Denmark wants to ban employers from asking age of applicants and squeeze rules on jobseekers

A job interview handshake. New Danish rules could prevent employers from asking the age of potential new staff.
New Danish rules could prevent employers from asking the age of potential new staff. Photo by Cytonn Photography on Unsplash
A new agreement has been announced between Denmark’s government, labour organisations and local authorities, aiming to ease the lack of labour currently prevalent in the country.

The agreement, which focuses on several areas of the labour market, aims to prevent older people from being overlooked for jobs due to their age.

Under proposed new rules, which would have to be passed by parliament, employers would be prevented from asking potential hires how old they are.

Additionally, the deal includes funding for courses for new graduates, designed to help them enter the jobs market soon after completing their studies.

READ ALSO: What does Denmark’s new labour proposal say about foreign workers?

Unemployment insurance providers (A-kasser) and job centres will be required to disseminate latest information on vacancies and to match companies with suitable job candidates.

“The aim is that no jobseeker leaves a (job centre) interview without being informed of where there are job vacancies – which they will be expected to apply for,” the agreement states.

A fund from which money for communication relating to jobs can be applied for will also be established. The fund will be allocated 15 million kroner per year in 2022 and 2023.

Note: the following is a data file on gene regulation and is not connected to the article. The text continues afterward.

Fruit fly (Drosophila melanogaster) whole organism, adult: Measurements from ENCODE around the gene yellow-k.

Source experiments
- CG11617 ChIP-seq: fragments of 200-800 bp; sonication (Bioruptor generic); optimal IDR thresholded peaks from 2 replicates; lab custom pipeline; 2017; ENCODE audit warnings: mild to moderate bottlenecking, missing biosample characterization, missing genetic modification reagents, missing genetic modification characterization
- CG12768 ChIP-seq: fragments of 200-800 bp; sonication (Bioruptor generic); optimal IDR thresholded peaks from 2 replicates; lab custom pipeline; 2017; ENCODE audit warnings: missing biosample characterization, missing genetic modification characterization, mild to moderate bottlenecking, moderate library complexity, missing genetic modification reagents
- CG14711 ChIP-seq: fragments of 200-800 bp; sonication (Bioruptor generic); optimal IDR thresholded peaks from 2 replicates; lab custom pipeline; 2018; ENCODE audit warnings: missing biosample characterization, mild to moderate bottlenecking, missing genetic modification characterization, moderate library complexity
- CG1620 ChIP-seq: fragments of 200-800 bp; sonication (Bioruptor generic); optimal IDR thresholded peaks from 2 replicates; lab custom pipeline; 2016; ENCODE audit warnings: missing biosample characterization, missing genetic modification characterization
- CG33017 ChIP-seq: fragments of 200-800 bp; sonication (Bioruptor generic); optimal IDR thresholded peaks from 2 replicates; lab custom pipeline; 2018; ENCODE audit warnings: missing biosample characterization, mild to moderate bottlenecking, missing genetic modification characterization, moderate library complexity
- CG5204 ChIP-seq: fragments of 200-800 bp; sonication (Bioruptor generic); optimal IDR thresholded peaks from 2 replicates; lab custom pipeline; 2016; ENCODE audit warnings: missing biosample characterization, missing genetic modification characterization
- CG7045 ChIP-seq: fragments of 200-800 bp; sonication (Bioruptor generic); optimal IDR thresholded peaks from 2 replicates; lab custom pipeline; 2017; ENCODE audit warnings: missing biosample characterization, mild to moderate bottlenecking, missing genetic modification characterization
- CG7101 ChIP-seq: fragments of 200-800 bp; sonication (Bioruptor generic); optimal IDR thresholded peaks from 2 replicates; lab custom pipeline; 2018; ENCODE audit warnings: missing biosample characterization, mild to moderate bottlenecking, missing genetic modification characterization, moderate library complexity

New rules will also tighten demands on people who receive unemployment insurance via their A-kasse if they fail to comply with the minimum number of job applications which must be sent weekly.

Available jobseekers who have not applied for a job within a month will be summoned to a job centre appointment as well as sanctioned.

The latter proposal was not supported by the umbrella organisation for trade unions, Fagbevægelsens Hovedorganisation (FH), which nevertheless decided to support the overall package.

“We know unemployed people really want to work and we think rules are already strict today,” FH chairperson Lizette Risgaard said in a press statement.

The agreement also pledges to assist companies to employ workers from other parts of Europe.

But it was criticised for not going far enough to resolve Denmark’s labour shortage by employers’ organisation Dansk Arbejdsgiverforening (DA), which also said it had some positive elements.

Employment minister Peter Hummelgaard called the deal “clever and balanced”, adding it would help resolve the labour shortage and bring more people into the workforce.

READ ALSO: Are international workers the answer to Denmark’s labour shortage?

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  1. I am afraid that this will not resolve much as it is easy to figure out how old someone is by looking at the years that people finished their education or by seniority in the last job(s). What needs to stop is the stigma people have about over 50’s being too old for anything. Since when is experience bad? what on earth does ‘overqualified’ means?

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